What George Mason Experts Are Saying about … Immigration
Posted: May 22, 2006 at 1:00 am, Last Updated: November 30, -0001 at 12:00 am
By Rey C. Banks
The issues of immigration and illegal immigration are receiving an enormous amount of attention in the United States today. Both proponents and opponents of measures to curb immigration are aggressively pushing agendas to support their positions.
Two Mason professors recently weighed in on the issue as well.
Jorge Osterling, associate professor, Center for Language and Culture, says, “The U.S. policy on immigration has evolved over the last 200 years, beginning with a laissez-faire approach up to the current administration’s policies designed to ease restrictions against immigrants already in this country.
“There have been a number of pieces of legislation proposed during this administration designed to secure America’s borders, strengthen enforcement inside the country and create a temporary worker program. These elements depend on and reinforce one another.”
Osterling adds that the guest-worker bill would set up a program to allow immigrants to work for up to six years, and then either apply for citizenship or return home. The intent of the bill is to stem the illegal flow, with the number of “guests” set at 400,000 a year.
“Immigrants, illegal or not, contribute greatly to America’s economy. What most Americans don’t think about on a daily basis is the types of jobs illegals take that many Americans refuse. A general rise in immigration quotas and enforcing minimum-wage laws would help curb a desire to hire illegal workers.”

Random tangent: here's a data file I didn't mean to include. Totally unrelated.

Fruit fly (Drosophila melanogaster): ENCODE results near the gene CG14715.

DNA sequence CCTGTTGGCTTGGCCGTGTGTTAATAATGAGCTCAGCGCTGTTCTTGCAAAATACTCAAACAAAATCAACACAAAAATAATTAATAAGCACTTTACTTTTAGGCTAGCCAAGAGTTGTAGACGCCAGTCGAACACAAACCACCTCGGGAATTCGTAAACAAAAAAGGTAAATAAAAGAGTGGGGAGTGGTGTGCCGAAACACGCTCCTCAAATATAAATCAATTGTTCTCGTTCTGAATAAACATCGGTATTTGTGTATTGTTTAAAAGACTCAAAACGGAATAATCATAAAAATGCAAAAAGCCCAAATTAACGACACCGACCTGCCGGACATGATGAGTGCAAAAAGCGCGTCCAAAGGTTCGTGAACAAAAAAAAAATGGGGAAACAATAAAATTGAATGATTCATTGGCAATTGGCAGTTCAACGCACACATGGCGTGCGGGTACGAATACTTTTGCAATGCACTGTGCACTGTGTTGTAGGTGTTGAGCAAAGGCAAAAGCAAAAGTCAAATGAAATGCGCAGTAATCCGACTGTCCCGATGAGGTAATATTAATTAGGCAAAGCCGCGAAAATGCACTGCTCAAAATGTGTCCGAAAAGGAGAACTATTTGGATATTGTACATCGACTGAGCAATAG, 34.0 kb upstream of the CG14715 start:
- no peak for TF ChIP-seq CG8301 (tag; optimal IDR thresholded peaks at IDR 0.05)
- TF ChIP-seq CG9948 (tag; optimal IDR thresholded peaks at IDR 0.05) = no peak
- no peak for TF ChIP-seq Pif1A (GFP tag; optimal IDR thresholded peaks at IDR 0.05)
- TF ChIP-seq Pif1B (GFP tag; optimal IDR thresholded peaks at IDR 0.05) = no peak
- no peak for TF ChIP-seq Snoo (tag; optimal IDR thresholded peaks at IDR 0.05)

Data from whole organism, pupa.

Fred Bemak, professor of counseling and development and director of the Diversity Research and Action Center, focuses on the psychosocial adjustment and adaptation of refugees and immigrants to the United States.
He is concerned with factors such as cross-cultural issues in migration, language acquisition, public education and training, employment, changing family relationships, social support and racism and discrimination. He has also developed an intervention model to facilitate improved psychosocial adjustment and mental health.
“Almost 1 in 10 people now living in the United States was born outside of the United States,” Bemak points out.
“We are a rapidly changing society facing myriad complex issues with regard to immigrants and refugees, especially in times of heightened security and the threat of potential terrorist attacks.
“At the same time we are facing issues of security, we are challenged by the issue of illegal immigrants, who contribute billions of dollars to the U.S. economy and provide a valuable workforce, and join the ranks of legal immigrants and refugees who reside in the United States.”